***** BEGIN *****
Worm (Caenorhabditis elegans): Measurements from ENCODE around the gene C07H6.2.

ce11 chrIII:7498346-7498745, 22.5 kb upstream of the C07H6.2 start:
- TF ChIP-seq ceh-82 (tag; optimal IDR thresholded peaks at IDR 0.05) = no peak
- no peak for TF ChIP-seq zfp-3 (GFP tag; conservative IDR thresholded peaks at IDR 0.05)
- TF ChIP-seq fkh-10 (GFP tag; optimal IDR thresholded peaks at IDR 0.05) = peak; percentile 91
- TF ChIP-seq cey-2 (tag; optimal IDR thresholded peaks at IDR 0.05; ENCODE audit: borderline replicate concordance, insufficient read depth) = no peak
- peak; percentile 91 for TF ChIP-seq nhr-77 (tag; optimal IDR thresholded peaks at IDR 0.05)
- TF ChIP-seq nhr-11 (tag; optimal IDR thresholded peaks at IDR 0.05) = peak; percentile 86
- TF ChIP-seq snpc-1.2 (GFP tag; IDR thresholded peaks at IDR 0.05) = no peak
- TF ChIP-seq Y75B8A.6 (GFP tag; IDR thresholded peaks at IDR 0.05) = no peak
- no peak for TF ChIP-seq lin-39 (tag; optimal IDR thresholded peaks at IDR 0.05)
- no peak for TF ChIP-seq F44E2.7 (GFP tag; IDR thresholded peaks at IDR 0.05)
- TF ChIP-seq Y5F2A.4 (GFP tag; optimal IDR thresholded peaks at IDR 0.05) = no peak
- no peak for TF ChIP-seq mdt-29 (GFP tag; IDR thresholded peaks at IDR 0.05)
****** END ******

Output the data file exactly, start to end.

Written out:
Worm (Caenorhabditis elegans): Measurements from ENCODE around the gene C07H6.2.

ce11 chrIII:7498346-7498745, 22.5 kb upstream of the C07H6.2 start:
- TF ChIP-seq ceh-82 (tag; optimal IDR thresholded peaks at IDR 0.05) = no peak
- no peak for TF ChIP-seq zfp-3 (GFP tag; conservative IDR thresholded peaks at IDR 0.05)
- TF ChIP-seq fkh-10 (GFP tag; optimal IDR thresholded peaks at IDR 0.05) = peak; percentile 91
- TF ChIP-seq cey-2 (tag; optimal IDR thresholded peaks at IDR 0.05; ENCODE audit: borderline replicate concordance, insufficient read depth) = no peak
- peak; percentile 91 for TF ChIP-seq nhr-77 (tag; optimal IDR thresholded peaks at IDR 0.05)
- TF ChIP-seq nhr-11 (tag; optimal IDR thresholded peaks at IDR 0.05) = peak; percentile 86
- TF ChIP-seq snpc-1.2 (GFP tag; IDR thresholded peaks at IDR 0.05) = no peak
- TF ChIP-seq Y75B8A.6 (GFP tag; IDR thresholded peaks at IDR 0.05) = no peak
- no peak for TF ChIP-seq lin-39 (tag; optimal IDR thresholded peaks at IDR 0.05)
- no peak for TF ChIP-seq F44E2.7 (GFP tag; IDR thresholded peaks at IDR 0.05)
- TF ChIP-seq Y5F2A.4 (GFP tag; optimal IDR thresholded peaks at IDR 0.05) = no peak
- no peak for TF ChIP-seq mdt-29 (GFP tag; IDR thresholded peaks at IDR 0.05)